Why big-budget cybersecurity doesn’t mean safe systems

As globe-straddlers buy security specialists outright, smaller enterprises struggle with budgets – but does spending big equate to better cybersecurity?
15 April 2020 | 6 Shares

A move to remote working is seeing new threats emerge. Source: Shutterstock

  • Accenture made its third cybersecurity purchase this year with Revolutionary Security
  • The buyout brings to light the significance of cybersecurity today 
  • With SMEs feeling the squeeze, is spending big on cybersecurity solutions the best course of action? 

Last week, professional services giant Accenture made its third big cybersecurity purchase this year, showing just how significant a challenge keeping apace with security is today, and how the ability to manage it has become a differentiator for companies. 

Accenture Security’s global head, Kelly Bissell said the purchase of Revolutionary Security, made for an undisclosed fee, was “another demonstration of our continued commitment to invest in areas to keep our clients safe from cyber threats.”

The acquired firm provides security for critical infrastructure segments, including financial services – it offers risk assessments and runs simulations to help enterprises locate gaps in an enterprise’s security systems.

It will have been pushed over the line in the wake of the pandemic that’s led a vast swathe of businesses to move to remote working operations. For Accenture, with bottomless pockets, and its partners who themselves are far from small-fry, the buy-out contrasts starkly with many smaller firms who are faced by the same threats, amplified in uncertain times, but without the lined coffers to onboard new cybersecurity solutions.

Based on research by Statista, the global cybersecurity market is set to grow from US$167.1 billion in 2019 to US$248.26 billion by 2023. With cybersecurity a top priority for every organization, the estimates could potentially climb as businesses adapt to a new working environment.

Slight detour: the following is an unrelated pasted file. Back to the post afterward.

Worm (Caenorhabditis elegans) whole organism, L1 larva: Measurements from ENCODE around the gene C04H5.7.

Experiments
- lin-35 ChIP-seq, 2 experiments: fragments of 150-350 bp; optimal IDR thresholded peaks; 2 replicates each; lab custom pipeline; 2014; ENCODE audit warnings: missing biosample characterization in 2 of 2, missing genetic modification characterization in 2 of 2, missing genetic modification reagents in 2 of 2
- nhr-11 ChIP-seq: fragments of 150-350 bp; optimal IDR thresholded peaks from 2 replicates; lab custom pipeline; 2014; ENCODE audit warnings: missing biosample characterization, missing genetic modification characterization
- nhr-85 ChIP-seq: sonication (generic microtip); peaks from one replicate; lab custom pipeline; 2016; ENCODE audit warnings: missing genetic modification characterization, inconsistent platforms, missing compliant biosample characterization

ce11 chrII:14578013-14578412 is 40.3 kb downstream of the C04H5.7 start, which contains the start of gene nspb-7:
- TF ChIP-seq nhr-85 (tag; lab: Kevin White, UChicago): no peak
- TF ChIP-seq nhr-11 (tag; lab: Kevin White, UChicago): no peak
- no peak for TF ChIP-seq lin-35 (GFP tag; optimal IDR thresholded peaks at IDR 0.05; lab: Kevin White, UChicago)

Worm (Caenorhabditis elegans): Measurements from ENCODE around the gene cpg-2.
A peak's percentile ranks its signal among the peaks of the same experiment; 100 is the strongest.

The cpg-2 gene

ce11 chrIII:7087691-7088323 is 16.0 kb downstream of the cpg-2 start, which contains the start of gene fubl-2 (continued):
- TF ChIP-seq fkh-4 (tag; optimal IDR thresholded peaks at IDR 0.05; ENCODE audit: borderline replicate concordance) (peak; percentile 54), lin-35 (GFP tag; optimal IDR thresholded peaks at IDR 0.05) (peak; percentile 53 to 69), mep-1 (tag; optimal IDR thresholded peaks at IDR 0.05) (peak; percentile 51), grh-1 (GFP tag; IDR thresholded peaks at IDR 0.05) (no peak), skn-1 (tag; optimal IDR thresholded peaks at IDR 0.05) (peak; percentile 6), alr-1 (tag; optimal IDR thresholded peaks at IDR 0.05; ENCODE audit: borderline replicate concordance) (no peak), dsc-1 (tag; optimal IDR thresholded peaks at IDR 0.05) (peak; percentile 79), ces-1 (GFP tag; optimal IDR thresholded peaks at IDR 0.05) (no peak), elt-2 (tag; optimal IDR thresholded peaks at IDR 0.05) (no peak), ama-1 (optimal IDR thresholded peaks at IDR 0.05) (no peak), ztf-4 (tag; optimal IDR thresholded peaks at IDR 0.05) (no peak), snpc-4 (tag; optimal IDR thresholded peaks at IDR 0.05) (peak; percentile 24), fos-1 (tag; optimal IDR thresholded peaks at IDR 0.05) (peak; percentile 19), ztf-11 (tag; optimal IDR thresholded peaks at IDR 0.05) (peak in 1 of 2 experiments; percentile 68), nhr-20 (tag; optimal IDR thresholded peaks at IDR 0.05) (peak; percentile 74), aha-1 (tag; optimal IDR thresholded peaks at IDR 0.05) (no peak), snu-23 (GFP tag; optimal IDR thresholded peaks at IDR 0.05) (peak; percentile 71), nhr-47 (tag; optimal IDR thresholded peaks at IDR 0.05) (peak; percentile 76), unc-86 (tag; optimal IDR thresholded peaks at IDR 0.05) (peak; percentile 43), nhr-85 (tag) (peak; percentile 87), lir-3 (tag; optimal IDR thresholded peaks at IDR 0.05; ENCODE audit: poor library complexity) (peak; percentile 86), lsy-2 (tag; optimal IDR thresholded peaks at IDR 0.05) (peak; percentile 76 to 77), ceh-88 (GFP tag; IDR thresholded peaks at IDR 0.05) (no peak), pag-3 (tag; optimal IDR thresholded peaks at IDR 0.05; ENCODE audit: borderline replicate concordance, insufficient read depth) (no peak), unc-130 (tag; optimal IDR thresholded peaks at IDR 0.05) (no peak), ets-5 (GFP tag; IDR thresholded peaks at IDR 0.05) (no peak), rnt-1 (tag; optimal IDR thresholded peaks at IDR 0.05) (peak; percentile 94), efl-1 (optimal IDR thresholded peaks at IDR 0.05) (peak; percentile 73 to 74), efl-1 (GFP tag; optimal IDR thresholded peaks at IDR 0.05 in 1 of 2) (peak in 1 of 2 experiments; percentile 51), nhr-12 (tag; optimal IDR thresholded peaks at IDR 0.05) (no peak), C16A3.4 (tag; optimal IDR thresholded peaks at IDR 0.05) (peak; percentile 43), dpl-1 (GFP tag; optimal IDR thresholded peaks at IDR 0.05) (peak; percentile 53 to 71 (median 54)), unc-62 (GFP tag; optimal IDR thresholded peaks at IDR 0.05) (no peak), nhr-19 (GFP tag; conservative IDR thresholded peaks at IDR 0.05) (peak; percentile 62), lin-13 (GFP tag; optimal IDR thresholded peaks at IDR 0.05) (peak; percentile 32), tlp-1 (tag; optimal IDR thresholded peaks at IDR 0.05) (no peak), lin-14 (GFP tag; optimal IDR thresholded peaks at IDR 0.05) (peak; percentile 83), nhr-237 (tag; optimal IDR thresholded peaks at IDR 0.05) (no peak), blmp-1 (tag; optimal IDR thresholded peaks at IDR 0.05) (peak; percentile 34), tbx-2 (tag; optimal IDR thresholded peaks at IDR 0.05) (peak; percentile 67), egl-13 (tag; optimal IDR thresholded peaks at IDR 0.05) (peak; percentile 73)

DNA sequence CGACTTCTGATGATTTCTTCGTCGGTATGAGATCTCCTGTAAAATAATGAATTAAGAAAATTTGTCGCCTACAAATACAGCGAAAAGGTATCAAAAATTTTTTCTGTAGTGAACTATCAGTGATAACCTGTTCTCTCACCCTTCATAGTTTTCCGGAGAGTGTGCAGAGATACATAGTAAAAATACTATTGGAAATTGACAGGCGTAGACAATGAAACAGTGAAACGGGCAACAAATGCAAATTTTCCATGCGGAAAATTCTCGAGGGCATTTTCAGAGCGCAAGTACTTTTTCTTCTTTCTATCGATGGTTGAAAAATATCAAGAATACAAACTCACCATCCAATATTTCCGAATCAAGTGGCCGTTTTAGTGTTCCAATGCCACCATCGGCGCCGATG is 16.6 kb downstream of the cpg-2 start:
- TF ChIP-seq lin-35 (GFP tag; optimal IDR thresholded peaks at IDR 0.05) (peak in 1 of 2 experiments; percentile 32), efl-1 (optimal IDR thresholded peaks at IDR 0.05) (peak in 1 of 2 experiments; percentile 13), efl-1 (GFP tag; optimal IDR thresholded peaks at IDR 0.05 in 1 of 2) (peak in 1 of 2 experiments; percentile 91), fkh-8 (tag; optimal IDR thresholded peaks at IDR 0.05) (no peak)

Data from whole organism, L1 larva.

On the other hand, constrained budgets combined with the added uncertainty and volatility of the markets makes it even more challenging for SMEs to invest in cybersecurity systems.

This is reflected in a report by the Cyber Readiness Institute (CRI) that showed close to half (40 percent) of small business owners are unable to make necessary cybersecurity investments due to the unstable economy state.

As is all discussions cybersecurity, though, whatever you spend on cybersecurity – whether you’re a professional services globe-straddler buying a specialist outright, or a small businesses with hardly enough to buy antivirus software – most of the time, any kind of breach can be traced back to a human misstep.

High investments tied to cybersecurity tools do not guarantee organizations protection from all threats. IDC research found a majority (70 percent) of successful breaches originated at endpoints, even though increased spending is injected in this threat area.

So, while a handful of businesses may be able to spend big on cybersecurity solutions, investment in training and policy should come first – ensuring staff ‘think before they click’ is probably the best place for organizations with limited resources to focus their security efforts.